For this Friday’s wish list I’m coveting tableware and decorative china in soft shades of grey: possibly to match the endless skies as here in the UK we limp, damply and soggily, into the middle of February – and possibly also because we can’t get enough of this versatile shade in our homes right now. These are my favourites:

Baileys stone bottles via findthedetails.com

Above: French stoneware bottles, from Baileys, approximately 30cms tall: fantastic in a group as shown… and below, mini tapas bowls and oval platters, from Pale & Interesting:

China by Pale & Interesting via findthedetails.com

Below, this simple grey china with its ripple pattern and chunky, generous shapes, is part of the SS14 collection at Sainsbury’s:

sainsburys china, via findthedetails.com

 A perfect salad bowl at Rigby & Mac, below:
Rigby & Mac bowl via findthedetails.com

…alongside more patterned, decorative grey accessories: this floral tableware is made from hand-painted metal, also in store and online at Rigby & Mac:

Rigby & Mac tableware via findthedetails.com

And I love these diminutive dipped terracotta bowls; made in India as part of a fair trade initiative, you’ll find them amongst other delightful products, including a similar mug and jug, at Decorator’s Notebook:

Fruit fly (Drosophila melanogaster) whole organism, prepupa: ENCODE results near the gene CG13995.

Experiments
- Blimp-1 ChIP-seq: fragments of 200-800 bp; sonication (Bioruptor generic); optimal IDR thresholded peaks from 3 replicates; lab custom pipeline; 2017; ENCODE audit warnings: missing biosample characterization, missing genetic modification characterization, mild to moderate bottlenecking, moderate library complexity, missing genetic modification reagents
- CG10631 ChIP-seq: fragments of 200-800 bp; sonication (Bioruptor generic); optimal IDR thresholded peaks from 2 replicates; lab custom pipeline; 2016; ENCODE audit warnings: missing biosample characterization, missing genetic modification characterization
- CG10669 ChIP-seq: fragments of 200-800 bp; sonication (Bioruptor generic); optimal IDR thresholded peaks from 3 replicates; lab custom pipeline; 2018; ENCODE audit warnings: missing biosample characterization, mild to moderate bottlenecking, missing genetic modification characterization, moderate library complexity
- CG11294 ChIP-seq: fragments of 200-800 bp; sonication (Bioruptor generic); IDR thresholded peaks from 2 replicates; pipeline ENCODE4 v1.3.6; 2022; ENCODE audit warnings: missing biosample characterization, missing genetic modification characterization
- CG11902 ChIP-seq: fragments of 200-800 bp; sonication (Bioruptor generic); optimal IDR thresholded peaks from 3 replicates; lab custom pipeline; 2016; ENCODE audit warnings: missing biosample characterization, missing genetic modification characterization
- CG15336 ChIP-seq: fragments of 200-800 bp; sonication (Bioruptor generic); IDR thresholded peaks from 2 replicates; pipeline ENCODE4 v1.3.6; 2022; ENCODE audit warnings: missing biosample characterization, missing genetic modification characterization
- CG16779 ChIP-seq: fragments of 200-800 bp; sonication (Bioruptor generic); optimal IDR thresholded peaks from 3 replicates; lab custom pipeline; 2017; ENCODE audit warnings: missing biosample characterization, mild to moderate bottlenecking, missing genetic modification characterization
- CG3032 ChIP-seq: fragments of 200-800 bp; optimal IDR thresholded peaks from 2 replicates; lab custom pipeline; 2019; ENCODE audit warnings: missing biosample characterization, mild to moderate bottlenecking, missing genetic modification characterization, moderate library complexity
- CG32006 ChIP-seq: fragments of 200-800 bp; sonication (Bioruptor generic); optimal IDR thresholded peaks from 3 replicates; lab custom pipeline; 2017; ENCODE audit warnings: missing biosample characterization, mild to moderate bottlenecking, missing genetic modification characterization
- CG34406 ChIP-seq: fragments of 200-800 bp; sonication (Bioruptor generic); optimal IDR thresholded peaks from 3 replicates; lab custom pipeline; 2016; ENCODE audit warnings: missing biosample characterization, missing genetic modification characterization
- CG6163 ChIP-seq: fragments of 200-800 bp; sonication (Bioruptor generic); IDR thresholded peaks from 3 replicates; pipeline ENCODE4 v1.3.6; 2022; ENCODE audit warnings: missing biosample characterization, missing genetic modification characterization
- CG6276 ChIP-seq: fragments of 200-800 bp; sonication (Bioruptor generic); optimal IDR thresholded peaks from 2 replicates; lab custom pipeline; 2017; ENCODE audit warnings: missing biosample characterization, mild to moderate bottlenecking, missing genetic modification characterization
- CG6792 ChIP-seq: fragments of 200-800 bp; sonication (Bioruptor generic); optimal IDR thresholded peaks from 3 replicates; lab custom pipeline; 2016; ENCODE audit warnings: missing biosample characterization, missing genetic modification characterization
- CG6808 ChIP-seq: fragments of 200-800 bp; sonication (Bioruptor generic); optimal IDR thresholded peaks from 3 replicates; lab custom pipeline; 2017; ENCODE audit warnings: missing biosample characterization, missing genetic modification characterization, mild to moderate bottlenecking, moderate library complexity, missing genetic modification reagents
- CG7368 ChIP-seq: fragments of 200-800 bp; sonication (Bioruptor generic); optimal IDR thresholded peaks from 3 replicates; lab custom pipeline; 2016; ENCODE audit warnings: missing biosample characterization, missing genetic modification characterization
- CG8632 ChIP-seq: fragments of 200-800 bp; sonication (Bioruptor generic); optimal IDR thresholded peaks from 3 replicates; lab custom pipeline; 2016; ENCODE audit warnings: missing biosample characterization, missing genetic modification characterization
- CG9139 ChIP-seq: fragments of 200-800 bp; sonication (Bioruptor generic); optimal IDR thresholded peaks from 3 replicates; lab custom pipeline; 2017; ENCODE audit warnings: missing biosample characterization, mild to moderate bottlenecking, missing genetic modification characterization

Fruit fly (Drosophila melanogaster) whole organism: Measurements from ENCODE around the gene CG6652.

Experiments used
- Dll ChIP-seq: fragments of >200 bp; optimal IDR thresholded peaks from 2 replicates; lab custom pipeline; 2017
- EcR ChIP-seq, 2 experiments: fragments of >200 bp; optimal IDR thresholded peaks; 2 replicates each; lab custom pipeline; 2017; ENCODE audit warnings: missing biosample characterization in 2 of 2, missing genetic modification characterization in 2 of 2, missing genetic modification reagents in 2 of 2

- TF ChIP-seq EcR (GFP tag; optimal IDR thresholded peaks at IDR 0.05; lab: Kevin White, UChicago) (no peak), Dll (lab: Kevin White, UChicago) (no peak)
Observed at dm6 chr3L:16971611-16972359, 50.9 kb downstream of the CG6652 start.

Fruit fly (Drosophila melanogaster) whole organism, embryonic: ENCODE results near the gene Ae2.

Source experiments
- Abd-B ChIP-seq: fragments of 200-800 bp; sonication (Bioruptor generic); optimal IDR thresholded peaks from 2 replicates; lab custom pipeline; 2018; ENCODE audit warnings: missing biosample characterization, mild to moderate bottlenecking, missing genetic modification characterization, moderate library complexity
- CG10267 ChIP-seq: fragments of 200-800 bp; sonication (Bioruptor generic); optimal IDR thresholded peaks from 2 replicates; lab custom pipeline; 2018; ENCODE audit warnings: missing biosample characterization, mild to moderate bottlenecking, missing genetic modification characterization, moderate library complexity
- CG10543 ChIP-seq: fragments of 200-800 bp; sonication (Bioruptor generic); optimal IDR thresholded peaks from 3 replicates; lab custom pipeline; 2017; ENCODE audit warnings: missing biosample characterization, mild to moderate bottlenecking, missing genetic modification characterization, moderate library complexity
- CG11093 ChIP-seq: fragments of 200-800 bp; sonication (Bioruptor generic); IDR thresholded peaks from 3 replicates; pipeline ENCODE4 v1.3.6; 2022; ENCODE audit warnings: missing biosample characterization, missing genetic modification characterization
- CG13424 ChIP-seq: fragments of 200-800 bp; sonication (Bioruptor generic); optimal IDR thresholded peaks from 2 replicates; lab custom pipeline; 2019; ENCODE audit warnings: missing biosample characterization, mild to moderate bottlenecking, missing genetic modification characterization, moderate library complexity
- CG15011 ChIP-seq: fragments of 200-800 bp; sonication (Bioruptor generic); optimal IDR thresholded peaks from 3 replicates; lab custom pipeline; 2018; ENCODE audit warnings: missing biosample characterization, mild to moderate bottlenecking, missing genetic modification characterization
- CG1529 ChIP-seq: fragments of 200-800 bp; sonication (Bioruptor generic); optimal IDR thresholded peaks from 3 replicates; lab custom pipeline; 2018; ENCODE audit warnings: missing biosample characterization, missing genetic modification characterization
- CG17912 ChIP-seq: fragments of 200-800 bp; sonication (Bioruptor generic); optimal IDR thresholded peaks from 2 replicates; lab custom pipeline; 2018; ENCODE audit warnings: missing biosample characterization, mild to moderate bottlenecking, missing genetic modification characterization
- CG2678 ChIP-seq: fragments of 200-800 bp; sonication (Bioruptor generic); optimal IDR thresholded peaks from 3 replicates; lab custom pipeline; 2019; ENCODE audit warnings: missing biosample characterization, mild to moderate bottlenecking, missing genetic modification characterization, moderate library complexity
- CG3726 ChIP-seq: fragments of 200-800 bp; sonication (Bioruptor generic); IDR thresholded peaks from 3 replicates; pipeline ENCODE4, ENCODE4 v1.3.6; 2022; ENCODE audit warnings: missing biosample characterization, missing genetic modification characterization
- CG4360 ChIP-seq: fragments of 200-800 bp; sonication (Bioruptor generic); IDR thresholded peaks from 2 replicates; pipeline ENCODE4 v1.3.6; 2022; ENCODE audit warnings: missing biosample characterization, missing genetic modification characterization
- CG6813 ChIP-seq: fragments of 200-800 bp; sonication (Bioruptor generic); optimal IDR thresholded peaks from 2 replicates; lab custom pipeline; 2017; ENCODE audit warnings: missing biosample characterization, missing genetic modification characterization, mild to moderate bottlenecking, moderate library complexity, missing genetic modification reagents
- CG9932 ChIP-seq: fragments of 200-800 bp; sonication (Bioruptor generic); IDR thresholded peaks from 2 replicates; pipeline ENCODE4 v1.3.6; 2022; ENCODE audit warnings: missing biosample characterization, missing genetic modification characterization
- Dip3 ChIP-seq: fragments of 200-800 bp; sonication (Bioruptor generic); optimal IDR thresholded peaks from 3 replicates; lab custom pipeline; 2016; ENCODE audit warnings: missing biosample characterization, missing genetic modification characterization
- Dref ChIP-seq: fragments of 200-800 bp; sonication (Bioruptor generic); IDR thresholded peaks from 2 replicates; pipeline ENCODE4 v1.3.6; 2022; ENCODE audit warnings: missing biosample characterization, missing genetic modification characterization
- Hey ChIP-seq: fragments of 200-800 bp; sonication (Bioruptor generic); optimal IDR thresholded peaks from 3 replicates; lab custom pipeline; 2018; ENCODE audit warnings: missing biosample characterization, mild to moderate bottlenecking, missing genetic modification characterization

Decorator's Notebook terracotta bowls via findthedetails.com

Click through the images and links to take you to that product’s retailer… happy shopping! Jx

Revealed: Designs of the Year 2014: Design Museum / Makoko Floating School

Today The Design Museum  announced their nominations for the Design of the Year 2014 and one of the most innovative architecture designs has to be the Makoko Floating School, which is located in a lagoon in the heart of the city of Lagos, Nigeria. Designed by architecture / design practice NLE in collaboration with Makoko Waterfront Community (the area is described as being similar in functionality, if not looks, to Venice), the floating structure takes into account the community’s needs (for a school and social space) and the physical demands of their environment: increasing tropical rainfall and an increasingly urbanised population.

Lead by architect Kunle Adeyemi, this prototype building is sustainable, ecological and alternative: two classrooms above and a play area below ensure the available space is used thoughtfully:

find the details / makoko floating school / NLE find the details / makoko floating school / NLE find the details / Makoko floating school / NLE architecture

find the details / Makoko floating school / courtesy NLE architecturefind the details / Makoko floating school, courtesy NLE

[images courtesy of NLE, Iwan Baan]

Designs of the Year brings together 76 cutting edge, innovative and talented creations, with the best in world-wide architecture, fashion, product and digital design and more on show at the exhibition, which opens on 26 March (until 25 August) at the Design Museum on Shad Thames, London SE1. Head to the show and whilst there, vote for your favourite design; but if you can’t make it in person, the online Social Vote platform gives you a chance to have your say. On Twitter, follow #designsoftheyear and @designmuseum for current conversations.